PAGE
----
Don Imus: Issues Lost in a Snake Dance of Political Correctness

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Don Imus: Issues Lost in a Snake Dance of Political Correctness

There was a change on Sept. 11. Perhaps you noticed. That event changed the climate of political correctness in our country. As a nation, we got scared, anxious, and frustrated. We seemed to stifle our own words.

Radio was once a bastion of free speech. They pushed envelopes and expressions. But today, radio has turned into a DMZ between two different factions: people who look for things to complain about, and people who are being complained about.

When Don Imus restarted his radio career six months back with the pledge to "mend wounds" caused by his racist and sexist comments about Rutgers women's basketball team, perhaps he opened himself up as a giant target for a peanut gallery of those who were just waiting to prey upon his first misstep.

Yesterday, they got their chance, in what must have been an Ewok celebration for those armchair parents of America.

On Monday, during an on-air conversation about suspended Dallas Cowboy football player "Pacman" Jones, Imus asks, "What color is he?"

Warner Wolf responds, "African-American".

Imus retorts, "There you go. Now we know."

There is no doubt that what drops from Imus' lips this time is not smart, savvy, nor tactful. Especially in lieu of the vilification he went through that had him fired and off-the-air from CBS and MSNBC.

Dumb and dumber might not quite encompass the ramifications here. But here is the rub: how can we judge when the outcry and catcalls are made so quickly, that most normal citizens and listeners do not even have a chance to judge it themselves? It is judged like a lightning strike from many with political and social interests before it even gets to us.

WABC and Imus quickly circled the wagons.

"I meant that he was being picked on because he's black," Imus said in a statement released by his spokesman as soon as it hit the news circuits. Imus and company have been quick to cite the new and improved ethnic diversity of his producing team and co-hosts.

But he has not put this new staff between his synapses nor between his brain and his tongue as his gravel acerbic words drop like WMDs from his lips. His statement was that he was trying to "make a sarcastic point".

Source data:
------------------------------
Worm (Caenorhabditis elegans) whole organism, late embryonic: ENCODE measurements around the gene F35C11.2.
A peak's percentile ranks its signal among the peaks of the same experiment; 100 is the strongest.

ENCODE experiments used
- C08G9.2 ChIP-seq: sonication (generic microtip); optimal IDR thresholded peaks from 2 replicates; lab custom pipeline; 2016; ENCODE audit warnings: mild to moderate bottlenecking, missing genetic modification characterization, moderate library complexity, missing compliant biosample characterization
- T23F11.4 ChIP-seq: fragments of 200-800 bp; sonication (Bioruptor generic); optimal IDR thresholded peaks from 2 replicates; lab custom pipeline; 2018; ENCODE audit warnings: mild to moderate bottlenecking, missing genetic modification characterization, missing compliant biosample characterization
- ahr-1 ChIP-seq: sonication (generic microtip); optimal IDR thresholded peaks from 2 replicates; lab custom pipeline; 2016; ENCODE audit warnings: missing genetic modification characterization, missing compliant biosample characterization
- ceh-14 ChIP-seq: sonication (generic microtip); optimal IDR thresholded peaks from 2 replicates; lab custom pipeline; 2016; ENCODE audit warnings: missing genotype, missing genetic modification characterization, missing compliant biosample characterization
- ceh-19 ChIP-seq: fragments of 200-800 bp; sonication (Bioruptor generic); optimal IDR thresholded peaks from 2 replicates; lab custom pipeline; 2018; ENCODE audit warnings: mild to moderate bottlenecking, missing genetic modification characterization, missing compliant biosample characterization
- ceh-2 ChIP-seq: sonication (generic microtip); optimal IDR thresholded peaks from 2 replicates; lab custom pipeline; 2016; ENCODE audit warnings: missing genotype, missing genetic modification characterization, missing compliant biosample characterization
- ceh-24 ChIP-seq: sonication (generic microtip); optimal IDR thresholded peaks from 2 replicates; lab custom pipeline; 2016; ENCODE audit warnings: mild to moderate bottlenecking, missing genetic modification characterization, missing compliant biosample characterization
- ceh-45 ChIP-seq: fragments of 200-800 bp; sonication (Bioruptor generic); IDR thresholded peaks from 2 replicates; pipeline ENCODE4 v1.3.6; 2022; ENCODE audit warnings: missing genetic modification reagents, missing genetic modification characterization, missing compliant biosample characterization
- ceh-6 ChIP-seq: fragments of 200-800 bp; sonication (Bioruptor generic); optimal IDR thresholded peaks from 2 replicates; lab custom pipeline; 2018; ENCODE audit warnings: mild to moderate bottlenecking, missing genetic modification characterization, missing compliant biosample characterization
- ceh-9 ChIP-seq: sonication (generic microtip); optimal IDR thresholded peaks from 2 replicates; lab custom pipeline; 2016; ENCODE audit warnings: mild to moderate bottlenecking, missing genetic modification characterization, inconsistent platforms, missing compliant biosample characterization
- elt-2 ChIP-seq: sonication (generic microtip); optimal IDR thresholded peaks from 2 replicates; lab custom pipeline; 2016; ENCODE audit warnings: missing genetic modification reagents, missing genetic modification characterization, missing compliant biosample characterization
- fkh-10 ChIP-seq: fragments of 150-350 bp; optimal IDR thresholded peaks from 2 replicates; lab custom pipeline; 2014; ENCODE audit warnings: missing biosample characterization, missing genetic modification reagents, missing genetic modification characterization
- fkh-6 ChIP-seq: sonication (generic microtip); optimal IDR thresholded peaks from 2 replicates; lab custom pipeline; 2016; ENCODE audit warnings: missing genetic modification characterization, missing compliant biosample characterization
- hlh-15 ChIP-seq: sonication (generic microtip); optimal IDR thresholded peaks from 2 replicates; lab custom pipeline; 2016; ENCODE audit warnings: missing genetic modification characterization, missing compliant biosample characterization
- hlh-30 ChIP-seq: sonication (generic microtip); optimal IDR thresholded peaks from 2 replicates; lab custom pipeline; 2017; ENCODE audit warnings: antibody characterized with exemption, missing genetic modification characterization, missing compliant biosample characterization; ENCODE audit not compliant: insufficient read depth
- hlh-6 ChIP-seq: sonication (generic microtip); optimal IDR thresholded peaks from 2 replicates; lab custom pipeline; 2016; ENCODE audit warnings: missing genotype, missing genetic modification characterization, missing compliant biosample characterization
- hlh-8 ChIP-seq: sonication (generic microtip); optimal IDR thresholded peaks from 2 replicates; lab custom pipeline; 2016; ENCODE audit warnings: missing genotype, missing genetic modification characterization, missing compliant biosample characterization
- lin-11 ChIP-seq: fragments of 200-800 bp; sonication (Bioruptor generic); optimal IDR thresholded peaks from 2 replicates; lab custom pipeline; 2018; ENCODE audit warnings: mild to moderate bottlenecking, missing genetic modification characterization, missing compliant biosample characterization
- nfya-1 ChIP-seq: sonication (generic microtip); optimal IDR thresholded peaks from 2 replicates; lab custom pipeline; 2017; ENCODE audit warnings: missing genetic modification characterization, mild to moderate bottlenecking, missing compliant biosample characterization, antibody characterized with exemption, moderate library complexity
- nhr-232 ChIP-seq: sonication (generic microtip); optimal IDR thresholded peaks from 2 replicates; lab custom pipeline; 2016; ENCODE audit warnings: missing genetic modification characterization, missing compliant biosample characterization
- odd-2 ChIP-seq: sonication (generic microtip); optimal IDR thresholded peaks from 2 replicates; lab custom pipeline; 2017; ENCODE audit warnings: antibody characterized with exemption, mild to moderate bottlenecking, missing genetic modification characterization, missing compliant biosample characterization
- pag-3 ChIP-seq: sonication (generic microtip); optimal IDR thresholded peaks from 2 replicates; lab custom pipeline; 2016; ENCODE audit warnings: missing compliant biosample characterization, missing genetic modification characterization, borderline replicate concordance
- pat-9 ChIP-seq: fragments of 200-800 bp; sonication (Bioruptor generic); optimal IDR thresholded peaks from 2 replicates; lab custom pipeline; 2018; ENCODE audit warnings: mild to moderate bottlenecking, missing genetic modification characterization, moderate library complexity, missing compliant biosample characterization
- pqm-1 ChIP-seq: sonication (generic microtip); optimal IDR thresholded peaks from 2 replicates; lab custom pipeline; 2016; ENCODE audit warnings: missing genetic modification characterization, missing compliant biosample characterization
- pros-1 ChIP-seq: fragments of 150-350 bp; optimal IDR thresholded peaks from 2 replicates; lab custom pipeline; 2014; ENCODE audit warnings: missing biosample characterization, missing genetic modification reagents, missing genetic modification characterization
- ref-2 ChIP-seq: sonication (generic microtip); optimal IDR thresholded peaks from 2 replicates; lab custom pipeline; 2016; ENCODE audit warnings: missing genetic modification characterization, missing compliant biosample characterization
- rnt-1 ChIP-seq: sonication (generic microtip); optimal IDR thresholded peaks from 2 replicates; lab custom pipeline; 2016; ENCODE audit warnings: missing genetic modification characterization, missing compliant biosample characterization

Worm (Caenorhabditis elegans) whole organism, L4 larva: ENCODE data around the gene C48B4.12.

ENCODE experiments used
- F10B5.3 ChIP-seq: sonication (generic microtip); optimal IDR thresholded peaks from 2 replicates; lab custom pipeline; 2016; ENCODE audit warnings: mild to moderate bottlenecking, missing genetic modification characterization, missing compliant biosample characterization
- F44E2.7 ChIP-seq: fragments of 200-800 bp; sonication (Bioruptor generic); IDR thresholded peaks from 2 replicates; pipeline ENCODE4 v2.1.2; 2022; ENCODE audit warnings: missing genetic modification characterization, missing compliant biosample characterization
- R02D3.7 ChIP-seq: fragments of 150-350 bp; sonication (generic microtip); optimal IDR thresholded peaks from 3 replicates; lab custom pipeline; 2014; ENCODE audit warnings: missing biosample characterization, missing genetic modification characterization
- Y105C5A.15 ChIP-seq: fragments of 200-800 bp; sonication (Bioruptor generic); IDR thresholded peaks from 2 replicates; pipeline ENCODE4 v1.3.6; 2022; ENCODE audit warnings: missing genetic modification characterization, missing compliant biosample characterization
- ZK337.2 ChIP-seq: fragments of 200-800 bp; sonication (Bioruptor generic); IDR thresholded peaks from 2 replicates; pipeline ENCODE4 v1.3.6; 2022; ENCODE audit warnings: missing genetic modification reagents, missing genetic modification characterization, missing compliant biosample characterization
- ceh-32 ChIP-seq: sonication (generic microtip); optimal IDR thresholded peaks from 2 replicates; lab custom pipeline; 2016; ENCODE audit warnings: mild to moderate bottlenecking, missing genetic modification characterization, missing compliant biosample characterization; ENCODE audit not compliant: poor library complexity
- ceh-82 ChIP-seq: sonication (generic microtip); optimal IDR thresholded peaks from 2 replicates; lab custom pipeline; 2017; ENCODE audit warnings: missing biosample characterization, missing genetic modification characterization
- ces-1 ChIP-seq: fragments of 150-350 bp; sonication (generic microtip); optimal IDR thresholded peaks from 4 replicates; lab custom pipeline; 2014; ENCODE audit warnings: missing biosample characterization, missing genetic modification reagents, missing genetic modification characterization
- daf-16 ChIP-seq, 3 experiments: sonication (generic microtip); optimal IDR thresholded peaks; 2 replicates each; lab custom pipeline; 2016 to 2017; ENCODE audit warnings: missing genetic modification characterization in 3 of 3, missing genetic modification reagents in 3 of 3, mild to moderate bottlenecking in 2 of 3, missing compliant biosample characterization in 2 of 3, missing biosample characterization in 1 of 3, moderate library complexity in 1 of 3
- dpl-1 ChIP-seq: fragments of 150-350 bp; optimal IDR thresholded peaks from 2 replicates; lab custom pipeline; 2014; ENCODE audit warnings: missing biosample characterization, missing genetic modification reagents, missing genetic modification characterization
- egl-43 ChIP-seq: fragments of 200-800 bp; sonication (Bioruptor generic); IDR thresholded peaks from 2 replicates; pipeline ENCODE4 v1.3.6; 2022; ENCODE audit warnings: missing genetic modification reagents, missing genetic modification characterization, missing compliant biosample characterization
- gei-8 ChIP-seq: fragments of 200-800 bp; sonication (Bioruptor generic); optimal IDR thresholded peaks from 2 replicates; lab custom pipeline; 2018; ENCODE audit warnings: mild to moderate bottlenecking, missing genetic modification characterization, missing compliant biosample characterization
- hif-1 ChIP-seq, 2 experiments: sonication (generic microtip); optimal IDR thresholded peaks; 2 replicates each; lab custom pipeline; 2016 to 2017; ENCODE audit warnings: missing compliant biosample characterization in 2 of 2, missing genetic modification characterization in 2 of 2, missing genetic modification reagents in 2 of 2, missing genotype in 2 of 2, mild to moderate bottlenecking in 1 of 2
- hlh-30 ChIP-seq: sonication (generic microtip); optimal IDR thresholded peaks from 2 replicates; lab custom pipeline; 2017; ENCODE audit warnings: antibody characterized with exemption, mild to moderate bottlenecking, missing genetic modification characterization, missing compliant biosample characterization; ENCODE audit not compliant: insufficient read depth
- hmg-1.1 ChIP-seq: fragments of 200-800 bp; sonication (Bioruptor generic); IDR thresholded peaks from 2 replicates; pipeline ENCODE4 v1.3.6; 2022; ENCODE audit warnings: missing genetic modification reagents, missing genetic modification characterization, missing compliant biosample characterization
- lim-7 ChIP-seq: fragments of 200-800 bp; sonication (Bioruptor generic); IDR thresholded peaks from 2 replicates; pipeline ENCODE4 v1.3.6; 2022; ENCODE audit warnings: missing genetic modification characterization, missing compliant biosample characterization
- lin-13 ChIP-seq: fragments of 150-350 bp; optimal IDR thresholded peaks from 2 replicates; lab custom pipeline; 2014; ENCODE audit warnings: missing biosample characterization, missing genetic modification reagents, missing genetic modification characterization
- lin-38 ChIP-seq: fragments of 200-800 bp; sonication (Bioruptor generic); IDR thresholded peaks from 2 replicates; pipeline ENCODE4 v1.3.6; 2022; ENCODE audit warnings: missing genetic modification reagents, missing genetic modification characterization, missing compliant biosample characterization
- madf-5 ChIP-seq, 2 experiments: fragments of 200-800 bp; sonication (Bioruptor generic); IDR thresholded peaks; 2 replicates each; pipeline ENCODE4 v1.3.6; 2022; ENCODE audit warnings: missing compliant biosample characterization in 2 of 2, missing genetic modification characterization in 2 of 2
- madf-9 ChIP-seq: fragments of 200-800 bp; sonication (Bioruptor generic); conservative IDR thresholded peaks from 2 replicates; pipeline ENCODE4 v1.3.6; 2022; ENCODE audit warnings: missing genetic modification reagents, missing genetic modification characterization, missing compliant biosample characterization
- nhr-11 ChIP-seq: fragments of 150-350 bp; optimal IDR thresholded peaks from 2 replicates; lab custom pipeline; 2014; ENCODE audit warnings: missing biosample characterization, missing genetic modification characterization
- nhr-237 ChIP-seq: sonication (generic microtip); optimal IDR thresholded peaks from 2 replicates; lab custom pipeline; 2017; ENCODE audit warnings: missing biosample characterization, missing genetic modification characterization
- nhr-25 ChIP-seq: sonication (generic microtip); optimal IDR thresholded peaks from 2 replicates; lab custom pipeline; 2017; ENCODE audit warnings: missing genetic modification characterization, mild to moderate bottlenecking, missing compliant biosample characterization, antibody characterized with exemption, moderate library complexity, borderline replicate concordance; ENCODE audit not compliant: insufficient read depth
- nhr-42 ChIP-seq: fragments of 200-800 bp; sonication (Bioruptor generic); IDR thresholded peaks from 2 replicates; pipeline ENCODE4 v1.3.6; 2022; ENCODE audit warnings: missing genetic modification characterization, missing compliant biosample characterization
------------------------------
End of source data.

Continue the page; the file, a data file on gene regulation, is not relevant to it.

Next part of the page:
The problem is that his career has become a sarcastic point to what radio has been shorn into, as many acts have gone over to SIRIUS and XM, like Howard Stern and Opie & Anthony. And even there, they have been subjected to pressure and sensitivity from a new public-at-large who wants, not just to comment or have an opinion, but to control and remove.

So, is this the fault of Imus? Or the fault of the cavalcade of politico correctophobes who sit waiting for the latest outrage, seeking to hit it like a pitch from Billy Wagner in the top of the ninth inning?

A bit of both, I'm afraid.

For the two sides are entwined like a snake eating it's own head. They feed one another in some mottled twist that is seeping any substance from the medium. We have barely a moment to perceive, weigh, and contemplate where the world-at-large already wants to respond for us. One pitches, the other bats, and the game is played without much of a regular Joe and Joan's participation.

"I find the inference of his remark disturbing because it plays into stereotypes," says Al Sharpton. "We will determine in the next day or so whether or not his remark warrants direct action on our part."

Ominous words from a man who has at times launched himself like a viper into the fray of anything that is racial for over 20 years.

Meanwhile, WABC and Citadel Broadcasting Corp. Vice President Phil Boyce, has already made statements of being satisfied by Imus' explanation. But the whole fiasco smacks to me of many things.

Do some people not have a racially-sensitive bone in their body? Perhaps. Only Don will really know what he meant. But we will never have an honest dialogue to address anything tangible, because reaction causes one to take a defensive posture.

The world at large has become a measuring stick to every word that comes out of a mouth or in print. The reaction is so palpable that it drowns all else. When it causes people to duck and weave, we will never know intent or the point in the first place. 

The problem is that neither side is having a real conversation with one another to bridge the divide. That large divide between race, intentions, perceptions, and subjections. Talking points and subjects are lost between outrage, opinion, and action before we ever get to wrestle with tough, nuanced, and textured issues that have no easy answer.

In to that, the fault is both, whether they like it or not. Nobody wants a real conversation. Yet judgments and excuses are raining down just the same.

Tread lightly, they are listening.

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